It’s been a trip full of ups and downs, which makes the place on Team USA that much more special.
“When I went from cross-country skiing to biathlon, you have to learn to shoot and that requires a lot of humility. You’re just going to struggle for about a year while you learn to shoot. You’re going to have days where you’re like, ‘Oh man, I think I figured that out.’ And then the next day you can’t hit a target to save your life,” he said. “Just understanding the mental approach and being able to deal with failure, I think, is something that makes a lot of people quit biathlon before they can really see things start to move.”
Dealing with COVID-19 restrictions
Due to COVID-19 restrictions, Schommer will not have family with him in China, so he will have to rely on the support of his teammates and other competitors.
“It would be great to have my family there, but at the same time I’m kind of used to being on the road and running around and not having my family with me in person,” he said. . “It would make that Olympic experience a bit more meaningful, but at the same time it’s really difficult when you live in the athletes’ village and there are already these restrictions and you are focused on your event.”
The course in China is new for the competitors. Schommer said there was supposed to be a pre-Olympic World Cup last year but it was canceled due to the pandemic. He said wax techs made the trip just after Christmas to test the skis and wax and learn as much as they could about the site.
According to Schommer, the place is at a fairly high altitude and close to the Great Wall of China. He thinks American athletes could have an advantage as they are used to adapting to different venues and course conditions when traveling across Europe for competitions.
“I think it opens up a lot of potential opportunities for a lot of athletes,” he said. “If you have a good day, you might end up on the podium. I like to think that might work in our favor as Americans just because we’re always traveling we always have to adapt to new places so I think we’re going to be a little better than maybe some of the other European countries. .”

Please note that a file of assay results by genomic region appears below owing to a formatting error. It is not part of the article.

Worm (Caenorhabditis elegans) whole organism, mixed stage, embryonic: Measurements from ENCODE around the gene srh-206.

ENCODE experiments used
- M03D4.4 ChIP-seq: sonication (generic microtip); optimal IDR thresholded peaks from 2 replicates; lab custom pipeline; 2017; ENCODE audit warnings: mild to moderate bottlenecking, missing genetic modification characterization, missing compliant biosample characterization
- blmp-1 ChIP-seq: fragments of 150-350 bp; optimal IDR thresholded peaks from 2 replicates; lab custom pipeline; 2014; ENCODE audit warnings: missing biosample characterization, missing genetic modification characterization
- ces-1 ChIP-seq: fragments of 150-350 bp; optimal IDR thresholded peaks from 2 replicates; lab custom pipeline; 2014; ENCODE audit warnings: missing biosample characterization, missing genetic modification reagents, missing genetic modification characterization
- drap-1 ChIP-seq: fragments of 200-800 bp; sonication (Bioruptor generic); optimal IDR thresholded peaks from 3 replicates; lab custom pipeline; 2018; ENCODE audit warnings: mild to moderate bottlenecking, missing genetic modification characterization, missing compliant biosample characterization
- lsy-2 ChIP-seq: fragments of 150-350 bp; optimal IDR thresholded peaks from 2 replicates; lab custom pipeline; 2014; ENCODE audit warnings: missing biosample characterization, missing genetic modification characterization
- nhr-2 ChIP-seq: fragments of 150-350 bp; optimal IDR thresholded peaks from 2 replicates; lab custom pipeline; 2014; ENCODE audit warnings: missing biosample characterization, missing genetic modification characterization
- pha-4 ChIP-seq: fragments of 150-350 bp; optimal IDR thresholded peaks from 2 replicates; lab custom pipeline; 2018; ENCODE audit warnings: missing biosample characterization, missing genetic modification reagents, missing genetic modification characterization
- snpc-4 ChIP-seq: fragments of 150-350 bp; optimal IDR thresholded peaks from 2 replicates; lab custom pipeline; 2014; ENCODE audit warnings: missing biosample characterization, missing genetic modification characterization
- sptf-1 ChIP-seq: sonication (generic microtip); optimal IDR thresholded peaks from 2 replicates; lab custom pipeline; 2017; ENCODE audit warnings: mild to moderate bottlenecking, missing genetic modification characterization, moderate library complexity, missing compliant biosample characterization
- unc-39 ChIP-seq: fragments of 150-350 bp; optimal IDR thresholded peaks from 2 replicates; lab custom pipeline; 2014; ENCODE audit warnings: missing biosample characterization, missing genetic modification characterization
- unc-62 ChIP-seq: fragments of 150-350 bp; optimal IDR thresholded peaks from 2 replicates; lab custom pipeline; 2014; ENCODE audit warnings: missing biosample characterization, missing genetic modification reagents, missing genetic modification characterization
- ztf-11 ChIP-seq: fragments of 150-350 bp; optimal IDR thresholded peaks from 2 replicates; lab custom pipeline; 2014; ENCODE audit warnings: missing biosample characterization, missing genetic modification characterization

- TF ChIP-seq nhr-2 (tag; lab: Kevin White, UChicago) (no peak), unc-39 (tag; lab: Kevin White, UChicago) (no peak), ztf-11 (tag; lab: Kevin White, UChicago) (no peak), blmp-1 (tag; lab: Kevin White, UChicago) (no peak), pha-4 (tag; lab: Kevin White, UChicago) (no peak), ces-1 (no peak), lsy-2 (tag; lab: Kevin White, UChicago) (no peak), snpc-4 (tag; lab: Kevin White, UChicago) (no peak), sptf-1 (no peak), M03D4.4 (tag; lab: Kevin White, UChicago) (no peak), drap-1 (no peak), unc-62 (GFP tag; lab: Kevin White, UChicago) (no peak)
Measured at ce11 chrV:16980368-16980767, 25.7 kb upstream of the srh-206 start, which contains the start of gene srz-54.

Schommer said his goal before the start of the season is to finish in the top 20 overall at the Olympics. He is coming off his best result of the season on January 20 when he took ninth place at the IBU World Cup in Antholz in the men’s 20km individual.
“I don’t have much higher expectations than just racing and running the best races I can,” he said. “I think a lot of times we place huge expectations on athletes and that really sets them up for failure. But for us, I think we just think that if we’re going to ski our best and keep doing the work on the range that we’ve been doing, things will fall into place and we’ll have good results. Just trying to keep it simple and go out there and do our best.
With the athletes’ village for biathlon athletes about three hours from Beijing, Schommer does not plan to participate in the opening ceremonies.
It’s about the only Olympic experience he lacks. Everything else, he can’t wait to get started.
“I would say that I am more and more excited. I’m kind of ready to go out there, see what the site looks like and run,” he said. “That’s why my teammates and I train and prepare all year, it’s to see what we can do in the race. I want to see what it looks like, but it’s also going to be cool to see the scenery, to travel to a new place.
“I’ve been to South Korea for some races, but other than that I haven’t really spent any time in Asia. It’s going to be a bit of a shame that we can’t do anything with COVID, but at the same time being in a new place and being in the village is going to be really great.
Contact Mike Sherry at (920) 996-7244 or [email protected] Follow him on Twitter @MikeSherry14.